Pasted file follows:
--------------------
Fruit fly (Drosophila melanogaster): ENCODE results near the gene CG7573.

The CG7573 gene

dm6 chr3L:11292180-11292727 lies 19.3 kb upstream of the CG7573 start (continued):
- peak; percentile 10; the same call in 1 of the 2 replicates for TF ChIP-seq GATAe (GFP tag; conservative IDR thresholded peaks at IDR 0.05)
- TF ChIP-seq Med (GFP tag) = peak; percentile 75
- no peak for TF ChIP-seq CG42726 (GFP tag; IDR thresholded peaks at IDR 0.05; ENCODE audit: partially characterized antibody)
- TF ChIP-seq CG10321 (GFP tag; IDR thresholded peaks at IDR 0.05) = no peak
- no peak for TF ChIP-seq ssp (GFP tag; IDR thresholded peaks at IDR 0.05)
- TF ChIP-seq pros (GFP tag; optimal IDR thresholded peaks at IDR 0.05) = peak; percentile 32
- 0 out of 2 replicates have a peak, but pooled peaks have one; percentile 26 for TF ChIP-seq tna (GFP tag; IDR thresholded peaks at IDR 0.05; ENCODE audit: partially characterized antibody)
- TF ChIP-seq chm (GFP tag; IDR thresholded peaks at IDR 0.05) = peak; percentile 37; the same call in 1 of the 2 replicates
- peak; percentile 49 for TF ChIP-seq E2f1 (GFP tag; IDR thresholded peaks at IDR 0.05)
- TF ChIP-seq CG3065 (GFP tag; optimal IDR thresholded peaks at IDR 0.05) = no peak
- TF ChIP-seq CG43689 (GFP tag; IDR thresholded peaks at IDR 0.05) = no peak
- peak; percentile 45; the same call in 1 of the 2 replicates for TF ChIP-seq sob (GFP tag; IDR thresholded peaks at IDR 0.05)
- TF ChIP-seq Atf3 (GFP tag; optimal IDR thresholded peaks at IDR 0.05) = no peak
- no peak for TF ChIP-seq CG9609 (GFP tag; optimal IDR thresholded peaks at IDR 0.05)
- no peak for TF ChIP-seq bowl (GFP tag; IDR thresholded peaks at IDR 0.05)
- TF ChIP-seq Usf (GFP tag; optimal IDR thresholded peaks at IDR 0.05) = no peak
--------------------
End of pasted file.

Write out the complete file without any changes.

Fruit fly (Drosophila melanogaster): ENCODE results near the gene CG7573.

The CG7573 gene

dm6 chr3L:11292180-11292727 lies 19.3 kb upstream of the CG7573 start (continued):
- peak; percentile 10; the same call in 1 of the 2 replicates for TF ChIP-seq GATAe (GFP tag; conservative IDR thresholded peaks at IDR 0.05)
- TF ChIP-seq Med (GFP tag) = peak; percentile 75
- no peak for TF ChIP-seq CG42726 (GFP tag; IDR thresholded peaks at IDR 0.05; ENCODE audit: partially characterized antibody)
- TF ChIP-seq CG10321 (GFP tag; IDR thresholded peaks at IDR 0.05) = no peak
- no peak for TF ChIP-seq ssp (GFP tag; IDR thresholded peaks at IDR 0.05)
- TF ChIP-seq pros (GFP tag; optimal IDR thresholded peaks at IDR 0.05) = peak; percentile 32
- 0 out of 2 replicates have a peak, but pooled peaks have one; percentile 26 for TF ChIP-seq tna (GFP tag; IDR thresholded peaks at IDR 0.05; ENCODE audit: partially characterized antibody)
- TF ChIP-seq chm (GFP tag; IDR thresholded peaks at IDR 0.05) = peak; percentile 37; the same call in 1 of the 2 replicates
- peak; percentile 49 for TF ChIP-seq E2f1 (GFP tag; IDR thresholded peaks at IDR 0.05)
- TF ChIP-seq CG3065 (GFP tag; optimal IDR thresholded peaks at IDR 0.05) = no peak
- TF ChIP-seq CG43689 (GFP tag; IDR thresholded peaks at IDR 0.05) = no peak
- peak; percentile 45; the same call in 1 of the 2 replicates for TF ChIP-seq sob (GFP tag; IDR thresholded peaks at IDR 0.05)
- TF ChIP-seq Atf3 (GFP tag; optimal IDR thresholded peaks at IDR 0.05) = no peak
- no peak for TF ChIP-seq CG9609 (GFP tag; optimal IDR thresholded peaks at IDR 0.05)
- no peak for TF ChIP-seq bowl (GFP tag; IDR thresholded peaks at IDR 0.05)
- TF ChIP-seq Usf (GFP tag; optimal IDR thresholded peaks at IDR 0.05) = no peak